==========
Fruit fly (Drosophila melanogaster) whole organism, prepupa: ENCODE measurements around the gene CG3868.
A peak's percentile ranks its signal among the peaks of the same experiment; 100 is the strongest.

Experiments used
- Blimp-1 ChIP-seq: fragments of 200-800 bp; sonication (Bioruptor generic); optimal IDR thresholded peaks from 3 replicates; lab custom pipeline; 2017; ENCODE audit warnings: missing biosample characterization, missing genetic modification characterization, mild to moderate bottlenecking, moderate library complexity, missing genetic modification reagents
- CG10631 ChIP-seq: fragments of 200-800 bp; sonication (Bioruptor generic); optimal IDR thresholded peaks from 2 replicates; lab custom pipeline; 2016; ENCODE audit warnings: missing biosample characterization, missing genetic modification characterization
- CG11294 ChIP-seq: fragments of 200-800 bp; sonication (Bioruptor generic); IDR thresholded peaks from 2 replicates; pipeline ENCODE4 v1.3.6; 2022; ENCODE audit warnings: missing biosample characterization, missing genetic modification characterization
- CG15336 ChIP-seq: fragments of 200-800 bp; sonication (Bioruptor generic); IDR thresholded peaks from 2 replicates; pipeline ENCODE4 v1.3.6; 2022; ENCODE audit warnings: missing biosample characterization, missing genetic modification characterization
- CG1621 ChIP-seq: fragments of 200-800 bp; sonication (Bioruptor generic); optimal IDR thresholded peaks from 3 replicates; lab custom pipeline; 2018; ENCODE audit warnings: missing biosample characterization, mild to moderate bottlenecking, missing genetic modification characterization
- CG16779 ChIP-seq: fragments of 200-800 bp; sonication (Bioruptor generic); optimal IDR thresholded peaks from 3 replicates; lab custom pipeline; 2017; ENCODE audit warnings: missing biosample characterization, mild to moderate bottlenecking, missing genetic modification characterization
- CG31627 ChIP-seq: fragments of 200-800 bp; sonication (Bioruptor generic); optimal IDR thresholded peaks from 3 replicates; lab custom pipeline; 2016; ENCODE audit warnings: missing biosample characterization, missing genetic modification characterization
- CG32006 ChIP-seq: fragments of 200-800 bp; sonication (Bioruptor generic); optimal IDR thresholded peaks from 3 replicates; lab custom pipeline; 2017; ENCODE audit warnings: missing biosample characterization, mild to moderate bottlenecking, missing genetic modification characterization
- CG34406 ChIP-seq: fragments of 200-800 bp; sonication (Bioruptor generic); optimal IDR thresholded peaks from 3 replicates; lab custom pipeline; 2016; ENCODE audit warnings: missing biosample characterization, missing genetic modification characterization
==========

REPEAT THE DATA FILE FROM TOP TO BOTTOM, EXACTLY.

Fruit fly (Drosophila melanogaster) whole organism, prepupa: ENCODE measurements around the gene CG3868.
A peak's percentile ranks its signal among the peaks of the same experiment; 100 is the strongest.

Experiments used
- Blimp-1 ChIP-seq: fragments of 200-800 bp; sonication (Bioruptor generic); optimal IDR thresholded peaks from 3 replicates; lab custom pipeline; 2017; ENCODE audit warnings: missing biosample characterization, missing genetic modification characterization, mild to moderate bottlenecking, moderate library complexity, missing genetic modification reagents
- CG10631 ChIP-seq: fragments of 200-800 bp; sonication (Bioruptor generic); optimal IDR thresholded peaks from 2 replicates; lab custom pipeline; 2016; ENCODE audit warnings: missing biosample characterization, missing genetic modification characterization
- CG11294 ChIP-seq: fragments of 200-800 bp; sonication (Bioruptor generic); IDR thresholded peaks from 2 replicates; pipeline ENCODE4 v1.3.6; 2022; ENCODE audit warnings: missing biosample characterization, missing genetic modification characterization
- CG15336 ChIP-seq: fragments of 200-800 bp; sonication (Bioruptor generic); IDR thresholded peaks from 2 replicates; pipeline ENCODE4 v1.3.6; 2022; ENCODE audit warnings: missing biosample characterization, missing genetic modification characterization
- CG1621 ChIP-seq: fragments of 200-800 bp; sonication (Bioruptor generic); optimal IDR thresholded peaks from 3 replicates; lab custom pipeline; 2018; ENCODE audit warnings: missing biosample characterization, mild to moderate bottlenecking, missing genetic modification characterization
- CG16779 ChIP-seq: fragments of 200-800 bp; sonication (Bioruptor generic); optimal IDR thresholded peaks from 3 replicates; lab custom pipeline; 2017; ENCODE audit warnings: missing biosample characterization, mild to moderate bottlenecking, missing genetic modification characterization
- CG31627 ChIP-seq: fragments of 200-800 bp; sonication (Bioruptor generic); optimal IDR thresholded peaks from 3 replicates; lab custom pipeline; 2016; ENCODE audit warnings: missing biosample characterization, missing genetic modification characterization
- CG32006 ChIP-seq: fragments of 200-800 bp; sonication (Bioruptor generic); optimal IDR thresholded peaks from 3 replicates; lab custom pipeline; 2017; ENCODE audit warnings: missing biosample characterization, mild to moderate bottlenecking, missing genetic modification characterization
- CG34406 ChIP-seq: fragments of 200-800 bp; sonication (Bioruptor generic); optimal IDR thresholded peaks from 3 replicates; lab custom pipeline; 2016; ENCODE audit warnings: missing biosample characterization, missing genetic modification characterization